Tuesday, December 29, 2009
Saturday, December 26, 2009
I would love to have my wood-burning stove set up (though I am looking into how environmentally friendly that heating option really is, even when using very efficient stoves) so that I can have a great use for all the Christmas trees that end up on the curb... it is quite disgusting to see these beautiful, noble trees cut and used as decorations and then discarded as trash after a couple of weeks. I am just waiting for the wreckage to pile up as I walk down the New York streets these next few days.
I would love to have a company that goes around and collects all these trees... and reuses them. Better yet, I would love if folks would consider "renting" a sapling for the season - i.e. using a potted tree for a few weeks that would then be planted in the ground. No waste (except some transport... but even that can be greatly reduced if the trees are grown and planted nearby). Is there already someone doing something like this?
Here are some resources to consider next year, if you do decide to buy a cut tree and want to support local farmers and environmentally-friendly growing practices:
How Green Can a Christmas Tree Be? (New York Times, December 4, 2008)
Toxic Free North Carolina, in Raleigh, N.C., lists sources for sustainably grown trees in the state, and has information about pesticides commonly used on Christmas trees; toxicfreenc.org, (919) 833-5333.
Beyond Pesticides, a nonprofit group in Washington, provides sources for organic and naturally grown trees, as well as up-to-date information on pesticides; beyondpesticides.org, (202) 543-5450.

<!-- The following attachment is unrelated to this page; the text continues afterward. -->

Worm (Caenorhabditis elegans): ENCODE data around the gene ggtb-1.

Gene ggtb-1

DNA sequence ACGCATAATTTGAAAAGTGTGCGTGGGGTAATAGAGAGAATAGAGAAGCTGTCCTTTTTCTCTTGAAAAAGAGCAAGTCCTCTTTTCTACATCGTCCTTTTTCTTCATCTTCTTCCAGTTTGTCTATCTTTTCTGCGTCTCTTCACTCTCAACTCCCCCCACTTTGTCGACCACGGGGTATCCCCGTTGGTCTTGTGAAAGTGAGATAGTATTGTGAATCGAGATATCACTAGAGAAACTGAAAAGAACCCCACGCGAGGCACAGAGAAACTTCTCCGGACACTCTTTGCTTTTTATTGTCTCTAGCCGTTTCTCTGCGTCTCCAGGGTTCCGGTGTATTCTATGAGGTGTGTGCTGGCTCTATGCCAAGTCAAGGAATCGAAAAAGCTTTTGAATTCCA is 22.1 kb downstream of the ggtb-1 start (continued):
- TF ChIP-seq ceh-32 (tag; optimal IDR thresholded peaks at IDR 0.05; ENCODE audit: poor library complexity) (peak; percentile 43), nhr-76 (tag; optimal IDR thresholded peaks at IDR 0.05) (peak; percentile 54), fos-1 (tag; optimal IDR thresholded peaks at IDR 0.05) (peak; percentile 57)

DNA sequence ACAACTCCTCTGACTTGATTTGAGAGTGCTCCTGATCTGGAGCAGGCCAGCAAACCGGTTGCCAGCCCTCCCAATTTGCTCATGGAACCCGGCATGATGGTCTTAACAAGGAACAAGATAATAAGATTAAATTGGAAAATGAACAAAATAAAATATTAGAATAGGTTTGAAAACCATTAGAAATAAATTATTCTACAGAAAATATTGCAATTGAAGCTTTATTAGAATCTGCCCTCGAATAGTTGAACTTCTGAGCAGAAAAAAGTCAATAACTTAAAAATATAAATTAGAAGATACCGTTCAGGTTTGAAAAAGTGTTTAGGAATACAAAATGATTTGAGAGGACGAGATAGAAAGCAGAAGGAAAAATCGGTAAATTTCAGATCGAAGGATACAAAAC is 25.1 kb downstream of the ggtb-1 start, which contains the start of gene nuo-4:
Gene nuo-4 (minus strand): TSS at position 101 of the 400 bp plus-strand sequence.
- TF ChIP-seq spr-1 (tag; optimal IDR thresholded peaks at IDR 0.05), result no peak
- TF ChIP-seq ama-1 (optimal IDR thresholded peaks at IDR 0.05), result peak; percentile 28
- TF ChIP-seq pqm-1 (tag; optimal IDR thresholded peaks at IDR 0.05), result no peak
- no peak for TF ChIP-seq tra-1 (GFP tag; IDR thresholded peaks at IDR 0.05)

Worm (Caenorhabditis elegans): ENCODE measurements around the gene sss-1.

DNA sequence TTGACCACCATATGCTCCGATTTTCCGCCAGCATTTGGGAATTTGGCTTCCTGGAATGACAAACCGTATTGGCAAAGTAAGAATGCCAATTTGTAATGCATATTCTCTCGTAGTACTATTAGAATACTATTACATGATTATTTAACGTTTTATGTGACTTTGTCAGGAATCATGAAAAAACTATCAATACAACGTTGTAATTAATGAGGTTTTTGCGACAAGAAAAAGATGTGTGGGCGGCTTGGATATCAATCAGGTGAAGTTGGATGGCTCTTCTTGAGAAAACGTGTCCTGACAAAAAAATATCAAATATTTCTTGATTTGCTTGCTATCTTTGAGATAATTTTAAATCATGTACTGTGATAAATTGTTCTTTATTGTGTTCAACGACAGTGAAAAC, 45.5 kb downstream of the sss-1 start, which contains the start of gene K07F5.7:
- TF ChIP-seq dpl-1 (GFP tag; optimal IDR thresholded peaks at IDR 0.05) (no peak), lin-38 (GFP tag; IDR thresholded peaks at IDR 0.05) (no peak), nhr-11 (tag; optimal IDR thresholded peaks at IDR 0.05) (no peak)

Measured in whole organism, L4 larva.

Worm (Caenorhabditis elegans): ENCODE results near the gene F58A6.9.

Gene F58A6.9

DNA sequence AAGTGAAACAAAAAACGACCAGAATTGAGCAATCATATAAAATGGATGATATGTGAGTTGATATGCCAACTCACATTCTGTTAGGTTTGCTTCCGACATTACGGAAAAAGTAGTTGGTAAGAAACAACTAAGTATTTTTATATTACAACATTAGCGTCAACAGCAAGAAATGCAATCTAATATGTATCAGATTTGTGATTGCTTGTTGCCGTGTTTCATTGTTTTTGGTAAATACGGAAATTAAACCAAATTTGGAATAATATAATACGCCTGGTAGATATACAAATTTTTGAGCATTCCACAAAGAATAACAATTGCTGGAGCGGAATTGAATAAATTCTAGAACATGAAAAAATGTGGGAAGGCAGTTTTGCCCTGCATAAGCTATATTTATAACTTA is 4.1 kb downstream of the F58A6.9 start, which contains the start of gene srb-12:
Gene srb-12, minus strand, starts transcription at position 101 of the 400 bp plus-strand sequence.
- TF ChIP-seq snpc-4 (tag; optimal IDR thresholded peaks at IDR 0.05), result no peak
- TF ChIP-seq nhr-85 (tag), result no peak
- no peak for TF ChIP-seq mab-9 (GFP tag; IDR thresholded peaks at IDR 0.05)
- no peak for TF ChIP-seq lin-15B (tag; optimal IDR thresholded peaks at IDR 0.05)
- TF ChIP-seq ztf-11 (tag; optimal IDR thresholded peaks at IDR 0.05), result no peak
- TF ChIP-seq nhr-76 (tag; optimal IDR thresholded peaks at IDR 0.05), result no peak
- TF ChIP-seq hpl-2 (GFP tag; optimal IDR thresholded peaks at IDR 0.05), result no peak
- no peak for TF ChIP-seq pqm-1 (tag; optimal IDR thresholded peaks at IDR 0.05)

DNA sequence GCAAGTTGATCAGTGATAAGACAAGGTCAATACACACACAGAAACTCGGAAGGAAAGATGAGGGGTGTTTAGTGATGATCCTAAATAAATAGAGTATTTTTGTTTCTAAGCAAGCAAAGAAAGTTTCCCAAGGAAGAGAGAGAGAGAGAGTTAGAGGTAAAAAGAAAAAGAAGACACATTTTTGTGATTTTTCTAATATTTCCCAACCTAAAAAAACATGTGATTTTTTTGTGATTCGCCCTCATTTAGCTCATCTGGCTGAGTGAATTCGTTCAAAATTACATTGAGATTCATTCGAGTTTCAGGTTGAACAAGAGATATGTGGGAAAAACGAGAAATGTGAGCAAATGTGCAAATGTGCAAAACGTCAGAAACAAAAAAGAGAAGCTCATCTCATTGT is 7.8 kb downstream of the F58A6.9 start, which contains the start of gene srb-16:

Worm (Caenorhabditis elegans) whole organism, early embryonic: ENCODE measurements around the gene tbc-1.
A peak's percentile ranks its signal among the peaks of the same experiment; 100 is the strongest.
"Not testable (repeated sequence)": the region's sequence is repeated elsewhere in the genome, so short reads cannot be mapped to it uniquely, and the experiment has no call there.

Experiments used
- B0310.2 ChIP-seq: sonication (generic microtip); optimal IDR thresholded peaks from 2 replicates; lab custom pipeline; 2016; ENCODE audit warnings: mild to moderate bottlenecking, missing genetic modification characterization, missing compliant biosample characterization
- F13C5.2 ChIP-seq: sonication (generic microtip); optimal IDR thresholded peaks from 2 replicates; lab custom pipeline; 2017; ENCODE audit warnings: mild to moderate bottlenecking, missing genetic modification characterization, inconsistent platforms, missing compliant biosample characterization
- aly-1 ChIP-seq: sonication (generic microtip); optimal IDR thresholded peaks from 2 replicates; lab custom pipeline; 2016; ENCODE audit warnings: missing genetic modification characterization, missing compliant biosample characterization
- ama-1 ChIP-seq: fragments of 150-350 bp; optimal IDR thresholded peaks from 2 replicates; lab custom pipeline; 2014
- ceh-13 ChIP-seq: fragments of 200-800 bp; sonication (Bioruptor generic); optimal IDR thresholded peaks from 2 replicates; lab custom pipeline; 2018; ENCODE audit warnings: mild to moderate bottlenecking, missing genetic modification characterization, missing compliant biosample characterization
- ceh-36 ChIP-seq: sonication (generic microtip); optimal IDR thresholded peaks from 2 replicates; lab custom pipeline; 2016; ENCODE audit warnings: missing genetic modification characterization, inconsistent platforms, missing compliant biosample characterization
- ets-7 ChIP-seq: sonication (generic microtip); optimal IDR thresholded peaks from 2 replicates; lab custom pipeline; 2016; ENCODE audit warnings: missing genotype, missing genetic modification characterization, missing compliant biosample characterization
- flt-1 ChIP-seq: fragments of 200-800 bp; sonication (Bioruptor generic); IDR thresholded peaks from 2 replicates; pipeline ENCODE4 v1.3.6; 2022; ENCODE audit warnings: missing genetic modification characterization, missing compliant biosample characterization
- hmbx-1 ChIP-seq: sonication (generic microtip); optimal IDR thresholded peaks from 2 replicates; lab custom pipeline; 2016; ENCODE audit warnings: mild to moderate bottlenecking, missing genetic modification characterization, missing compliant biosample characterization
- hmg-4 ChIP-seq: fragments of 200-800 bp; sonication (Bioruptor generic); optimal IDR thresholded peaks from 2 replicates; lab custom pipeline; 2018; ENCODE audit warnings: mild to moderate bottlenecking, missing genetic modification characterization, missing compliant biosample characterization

Green Promise, a group in Pingree Grove, Ill., that distributes information about sustainable products, lists sources for organic trees around the country on its Web site, greenpromise.com.
Agricultural extension offices often keep lists of local growers; consult the Department of Agriculture’s Web site, csrees.usda.gov/Extension.
The Council on the Environment of New York City keeps a list of farmers’ markets, many of which sell Christmas trees; cenyc.org/greenmarket, (212) 788-7476.
Friday, November 13, 2009
Wednesday, October 07, 2009
Friday, July 17, 2009
A new art exhibit by our friend and one-time NEIGHBORS collaborator & artist-in-residence, Makeal Flamini. Whacked Ladies is a series of prints and papercuts. It focuses on women who have been assassinated for political and religious reasons.
Sunday, June 14, 2009
Thursday, May 14, 2009
Friday, April 10, 2009
- excerpt from the Gutai Manifesto (1956)
Sunday, April 05, 2009
Helen Levitt, one of my favorite photographers and a real inspiration to my art-making, just died. Here is a link to the NY Times article about her life and work.
Helen Levitt, Who Froze New York Street Life on Film, Is Dead at 95
By Margarett Loke
March 30, 2009
Ms. Levitt was a major photographer of the 20th century who caught fleeting moments of surpassing lyricism, mystery and quiet drama on the streets of her native New York.
Sunday, March 22, 2009
The Letters of Robert Duncan and Denise Levertov (2003)
Edited by Robert J. Bertholf and Albert Gelpi